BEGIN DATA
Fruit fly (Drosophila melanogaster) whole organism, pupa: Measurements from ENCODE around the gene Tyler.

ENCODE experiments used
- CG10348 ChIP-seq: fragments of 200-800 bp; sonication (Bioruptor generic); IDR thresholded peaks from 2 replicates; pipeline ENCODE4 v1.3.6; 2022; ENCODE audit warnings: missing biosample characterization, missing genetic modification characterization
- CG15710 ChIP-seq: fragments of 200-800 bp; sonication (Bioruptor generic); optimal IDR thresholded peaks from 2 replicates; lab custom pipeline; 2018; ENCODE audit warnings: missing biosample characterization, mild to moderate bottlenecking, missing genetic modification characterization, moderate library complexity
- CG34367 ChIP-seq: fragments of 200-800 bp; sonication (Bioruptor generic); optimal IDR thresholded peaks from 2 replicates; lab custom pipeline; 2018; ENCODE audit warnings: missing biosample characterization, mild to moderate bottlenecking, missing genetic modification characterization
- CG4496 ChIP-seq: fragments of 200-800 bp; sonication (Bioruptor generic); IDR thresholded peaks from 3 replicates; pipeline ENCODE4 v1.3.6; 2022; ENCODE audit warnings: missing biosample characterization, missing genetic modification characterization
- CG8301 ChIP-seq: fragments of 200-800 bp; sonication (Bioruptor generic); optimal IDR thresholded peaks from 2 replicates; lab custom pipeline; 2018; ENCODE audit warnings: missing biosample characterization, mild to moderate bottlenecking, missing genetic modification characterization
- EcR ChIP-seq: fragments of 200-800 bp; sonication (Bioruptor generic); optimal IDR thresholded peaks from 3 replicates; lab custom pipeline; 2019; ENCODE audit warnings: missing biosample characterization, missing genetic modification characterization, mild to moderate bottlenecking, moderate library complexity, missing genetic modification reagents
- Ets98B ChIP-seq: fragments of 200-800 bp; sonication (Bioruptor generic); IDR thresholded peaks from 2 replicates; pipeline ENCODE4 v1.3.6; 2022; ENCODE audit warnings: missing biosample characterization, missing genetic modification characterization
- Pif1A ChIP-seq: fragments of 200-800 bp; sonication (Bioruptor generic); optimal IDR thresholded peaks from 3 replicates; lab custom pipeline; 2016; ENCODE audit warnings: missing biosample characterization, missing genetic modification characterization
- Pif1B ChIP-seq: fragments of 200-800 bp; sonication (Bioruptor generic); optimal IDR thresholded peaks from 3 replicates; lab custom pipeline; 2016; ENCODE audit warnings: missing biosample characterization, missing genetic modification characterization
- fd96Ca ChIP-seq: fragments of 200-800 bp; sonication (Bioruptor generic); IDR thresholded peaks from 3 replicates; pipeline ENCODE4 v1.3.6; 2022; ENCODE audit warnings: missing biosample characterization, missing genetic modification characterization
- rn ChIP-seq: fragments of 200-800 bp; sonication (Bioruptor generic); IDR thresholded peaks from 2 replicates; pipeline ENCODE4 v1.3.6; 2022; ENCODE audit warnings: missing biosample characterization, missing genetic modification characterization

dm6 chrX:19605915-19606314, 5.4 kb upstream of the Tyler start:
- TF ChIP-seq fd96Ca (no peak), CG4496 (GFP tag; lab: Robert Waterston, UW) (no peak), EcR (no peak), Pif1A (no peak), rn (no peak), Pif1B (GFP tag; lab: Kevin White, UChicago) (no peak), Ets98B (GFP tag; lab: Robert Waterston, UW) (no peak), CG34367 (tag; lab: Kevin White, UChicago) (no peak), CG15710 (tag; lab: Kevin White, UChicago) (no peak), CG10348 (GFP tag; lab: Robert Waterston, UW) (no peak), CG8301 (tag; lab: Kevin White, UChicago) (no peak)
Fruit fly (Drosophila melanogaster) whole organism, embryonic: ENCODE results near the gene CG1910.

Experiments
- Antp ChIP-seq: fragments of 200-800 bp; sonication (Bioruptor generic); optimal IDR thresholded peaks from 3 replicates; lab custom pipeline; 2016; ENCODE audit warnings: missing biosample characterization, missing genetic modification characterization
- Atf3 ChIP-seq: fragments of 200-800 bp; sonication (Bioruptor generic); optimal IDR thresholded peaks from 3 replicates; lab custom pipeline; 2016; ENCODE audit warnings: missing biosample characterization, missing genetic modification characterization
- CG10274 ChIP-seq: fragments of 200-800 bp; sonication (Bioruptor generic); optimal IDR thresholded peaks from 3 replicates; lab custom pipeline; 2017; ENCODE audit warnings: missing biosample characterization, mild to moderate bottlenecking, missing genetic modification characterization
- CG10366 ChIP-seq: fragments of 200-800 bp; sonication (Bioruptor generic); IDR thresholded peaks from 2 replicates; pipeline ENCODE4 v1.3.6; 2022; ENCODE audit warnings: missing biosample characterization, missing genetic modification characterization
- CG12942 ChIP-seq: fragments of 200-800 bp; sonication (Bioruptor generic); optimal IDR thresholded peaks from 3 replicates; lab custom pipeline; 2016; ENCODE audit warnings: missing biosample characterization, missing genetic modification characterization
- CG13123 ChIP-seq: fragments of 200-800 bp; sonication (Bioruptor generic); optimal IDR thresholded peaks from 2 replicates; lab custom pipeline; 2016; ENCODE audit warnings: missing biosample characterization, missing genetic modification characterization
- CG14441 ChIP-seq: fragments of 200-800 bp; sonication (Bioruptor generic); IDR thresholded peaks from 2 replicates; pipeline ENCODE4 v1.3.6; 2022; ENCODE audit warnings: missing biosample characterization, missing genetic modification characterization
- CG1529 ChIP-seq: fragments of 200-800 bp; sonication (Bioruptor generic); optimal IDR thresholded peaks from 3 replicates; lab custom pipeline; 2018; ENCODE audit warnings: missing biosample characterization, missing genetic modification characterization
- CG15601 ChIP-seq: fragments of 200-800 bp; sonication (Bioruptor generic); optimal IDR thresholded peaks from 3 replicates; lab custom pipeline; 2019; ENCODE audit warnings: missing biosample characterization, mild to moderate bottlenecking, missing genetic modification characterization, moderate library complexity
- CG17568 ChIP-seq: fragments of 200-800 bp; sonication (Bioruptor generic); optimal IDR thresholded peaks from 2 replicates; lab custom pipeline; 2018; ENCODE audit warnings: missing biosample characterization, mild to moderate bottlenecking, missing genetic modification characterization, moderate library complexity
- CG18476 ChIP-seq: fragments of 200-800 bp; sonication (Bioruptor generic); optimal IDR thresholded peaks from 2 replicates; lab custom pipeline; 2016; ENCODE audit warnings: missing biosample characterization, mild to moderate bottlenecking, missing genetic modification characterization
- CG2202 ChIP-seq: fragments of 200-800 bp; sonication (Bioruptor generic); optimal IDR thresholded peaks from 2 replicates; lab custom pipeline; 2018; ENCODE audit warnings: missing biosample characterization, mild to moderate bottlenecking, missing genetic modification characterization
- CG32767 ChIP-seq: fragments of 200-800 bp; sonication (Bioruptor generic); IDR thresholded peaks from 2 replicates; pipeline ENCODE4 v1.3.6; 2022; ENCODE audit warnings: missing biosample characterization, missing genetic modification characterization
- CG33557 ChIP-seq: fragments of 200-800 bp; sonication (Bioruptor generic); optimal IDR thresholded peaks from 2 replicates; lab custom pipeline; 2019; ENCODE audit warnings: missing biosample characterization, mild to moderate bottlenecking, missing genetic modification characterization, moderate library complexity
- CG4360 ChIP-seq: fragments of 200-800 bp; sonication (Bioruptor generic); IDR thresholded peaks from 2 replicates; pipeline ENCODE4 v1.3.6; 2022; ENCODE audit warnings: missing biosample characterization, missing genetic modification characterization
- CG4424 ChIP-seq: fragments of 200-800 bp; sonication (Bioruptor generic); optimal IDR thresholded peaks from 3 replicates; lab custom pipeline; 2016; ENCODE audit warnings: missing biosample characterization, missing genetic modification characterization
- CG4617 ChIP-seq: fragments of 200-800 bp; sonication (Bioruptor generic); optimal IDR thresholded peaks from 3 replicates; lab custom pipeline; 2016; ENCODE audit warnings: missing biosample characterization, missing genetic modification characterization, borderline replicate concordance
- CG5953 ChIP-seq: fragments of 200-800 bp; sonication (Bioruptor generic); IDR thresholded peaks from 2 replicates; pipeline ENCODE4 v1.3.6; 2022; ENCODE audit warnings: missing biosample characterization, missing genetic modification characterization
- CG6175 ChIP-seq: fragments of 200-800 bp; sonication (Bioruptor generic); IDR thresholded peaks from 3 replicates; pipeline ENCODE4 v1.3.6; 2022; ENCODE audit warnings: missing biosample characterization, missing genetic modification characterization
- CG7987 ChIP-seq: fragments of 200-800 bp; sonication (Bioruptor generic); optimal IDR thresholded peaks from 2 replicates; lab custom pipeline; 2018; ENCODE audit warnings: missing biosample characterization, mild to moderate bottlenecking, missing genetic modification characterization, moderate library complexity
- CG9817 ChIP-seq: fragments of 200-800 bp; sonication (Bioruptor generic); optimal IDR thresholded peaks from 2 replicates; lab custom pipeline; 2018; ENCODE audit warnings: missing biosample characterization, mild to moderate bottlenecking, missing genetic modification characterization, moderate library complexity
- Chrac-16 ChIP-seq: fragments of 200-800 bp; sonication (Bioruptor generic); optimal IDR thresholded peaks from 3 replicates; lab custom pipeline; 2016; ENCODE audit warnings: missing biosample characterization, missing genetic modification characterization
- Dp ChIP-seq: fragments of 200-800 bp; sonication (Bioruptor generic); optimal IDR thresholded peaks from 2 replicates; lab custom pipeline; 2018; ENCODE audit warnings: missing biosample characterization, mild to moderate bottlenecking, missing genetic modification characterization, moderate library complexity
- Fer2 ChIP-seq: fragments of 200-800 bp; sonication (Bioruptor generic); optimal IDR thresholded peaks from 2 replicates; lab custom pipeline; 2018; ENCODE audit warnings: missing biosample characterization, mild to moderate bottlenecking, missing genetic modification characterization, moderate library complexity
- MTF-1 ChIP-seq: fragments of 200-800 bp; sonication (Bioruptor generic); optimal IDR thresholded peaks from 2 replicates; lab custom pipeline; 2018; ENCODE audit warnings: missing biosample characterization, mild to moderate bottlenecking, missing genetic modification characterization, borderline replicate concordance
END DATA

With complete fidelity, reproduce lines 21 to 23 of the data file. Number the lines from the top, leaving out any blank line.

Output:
- CG10366 ChIP-seq: fragments of 200-800 bp; sonication (Bioruptor generic); IDR thresholded peaks from 2 replicates; pipeline ENCODE4 v1.3.6; 2022; ENCODE audit warnings: missing biosample characterization, missing genetic modification characterization
- CG12942 ChIP-seq: fragments of 200-800 bp; sonication (Bioruptor generic); optimal IDR thresholded peaks from 3 replicates; lab custom pipeline; 2016; ENCODE audit warnings: missing biosample characterization, missing genetic modification characterization
- CG13123 ChIP-seq: fragments of 200-800 bp; sonication (Bioruptor generic); optimal IDR thresholded peaks from 2 replicates; lab custom pipeline; 2016; ENCODE audit warnings: missing biosample characterization, missing genetic modification characterization